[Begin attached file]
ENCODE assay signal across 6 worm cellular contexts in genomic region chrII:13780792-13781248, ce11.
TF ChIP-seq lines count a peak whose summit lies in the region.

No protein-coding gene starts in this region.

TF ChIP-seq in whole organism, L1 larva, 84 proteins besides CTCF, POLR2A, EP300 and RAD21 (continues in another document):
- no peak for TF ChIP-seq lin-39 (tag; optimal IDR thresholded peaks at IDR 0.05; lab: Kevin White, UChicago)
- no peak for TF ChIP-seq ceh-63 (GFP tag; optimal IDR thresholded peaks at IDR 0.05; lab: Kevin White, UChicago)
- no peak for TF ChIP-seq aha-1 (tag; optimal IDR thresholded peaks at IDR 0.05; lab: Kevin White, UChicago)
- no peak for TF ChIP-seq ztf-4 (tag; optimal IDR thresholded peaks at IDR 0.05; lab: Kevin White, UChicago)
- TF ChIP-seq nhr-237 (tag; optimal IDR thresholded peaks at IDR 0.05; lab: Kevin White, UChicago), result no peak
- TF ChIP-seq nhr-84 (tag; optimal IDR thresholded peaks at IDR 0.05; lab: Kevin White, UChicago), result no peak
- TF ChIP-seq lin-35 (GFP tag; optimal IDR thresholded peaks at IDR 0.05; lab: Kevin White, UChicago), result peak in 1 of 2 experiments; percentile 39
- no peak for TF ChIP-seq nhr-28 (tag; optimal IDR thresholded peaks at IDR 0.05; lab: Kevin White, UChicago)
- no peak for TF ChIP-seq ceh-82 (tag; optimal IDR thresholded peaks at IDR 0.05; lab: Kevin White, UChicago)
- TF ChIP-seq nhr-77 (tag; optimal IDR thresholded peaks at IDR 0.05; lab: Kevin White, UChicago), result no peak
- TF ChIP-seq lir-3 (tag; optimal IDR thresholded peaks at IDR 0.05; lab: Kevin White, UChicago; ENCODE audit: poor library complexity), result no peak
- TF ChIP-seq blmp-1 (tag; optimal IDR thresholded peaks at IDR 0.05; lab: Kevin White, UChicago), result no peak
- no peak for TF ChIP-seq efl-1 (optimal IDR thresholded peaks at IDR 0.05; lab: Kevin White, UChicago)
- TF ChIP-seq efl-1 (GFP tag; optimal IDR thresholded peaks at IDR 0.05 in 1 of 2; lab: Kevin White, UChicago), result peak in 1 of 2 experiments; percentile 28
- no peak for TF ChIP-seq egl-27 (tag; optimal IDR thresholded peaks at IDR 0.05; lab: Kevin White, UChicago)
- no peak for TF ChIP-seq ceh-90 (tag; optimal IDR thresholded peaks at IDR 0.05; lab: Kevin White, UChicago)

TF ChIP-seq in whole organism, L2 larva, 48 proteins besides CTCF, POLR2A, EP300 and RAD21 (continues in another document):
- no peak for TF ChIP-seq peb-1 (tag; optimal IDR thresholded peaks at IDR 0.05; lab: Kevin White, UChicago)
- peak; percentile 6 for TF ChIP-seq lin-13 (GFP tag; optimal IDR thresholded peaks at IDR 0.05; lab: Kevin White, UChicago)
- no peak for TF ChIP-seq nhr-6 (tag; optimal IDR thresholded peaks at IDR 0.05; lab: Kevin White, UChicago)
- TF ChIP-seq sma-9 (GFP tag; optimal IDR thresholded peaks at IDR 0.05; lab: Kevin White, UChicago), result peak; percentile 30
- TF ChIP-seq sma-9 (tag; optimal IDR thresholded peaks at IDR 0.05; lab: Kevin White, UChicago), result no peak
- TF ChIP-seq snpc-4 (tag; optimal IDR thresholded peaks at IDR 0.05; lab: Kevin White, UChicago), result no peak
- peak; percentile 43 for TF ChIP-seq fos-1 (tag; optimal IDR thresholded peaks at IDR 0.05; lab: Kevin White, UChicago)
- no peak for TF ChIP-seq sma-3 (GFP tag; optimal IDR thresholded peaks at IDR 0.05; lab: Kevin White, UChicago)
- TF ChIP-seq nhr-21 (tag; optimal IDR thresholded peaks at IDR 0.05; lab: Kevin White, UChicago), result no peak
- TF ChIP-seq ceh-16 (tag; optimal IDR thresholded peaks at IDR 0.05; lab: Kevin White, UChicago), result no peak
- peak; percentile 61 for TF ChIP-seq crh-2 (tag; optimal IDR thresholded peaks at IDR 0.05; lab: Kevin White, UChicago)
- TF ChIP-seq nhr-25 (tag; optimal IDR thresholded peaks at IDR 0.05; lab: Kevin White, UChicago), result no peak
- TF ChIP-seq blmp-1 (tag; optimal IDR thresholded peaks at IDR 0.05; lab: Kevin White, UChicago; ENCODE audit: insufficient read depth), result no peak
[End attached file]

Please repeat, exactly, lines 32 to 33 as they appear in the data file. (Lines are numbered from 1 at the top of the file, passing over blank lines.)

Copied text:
- peak; percentile 61 for TF ChIP-seq crh-2 (tag; optimal IDR thresholded peaks at IDR 0.05; lab: Kevin White, UChicago)
- TF ChIP-seq nhr-25 (tag; optimal IDR thresholded peaks at IDR 0.05; lab: Kevin White, UChicago), result no peak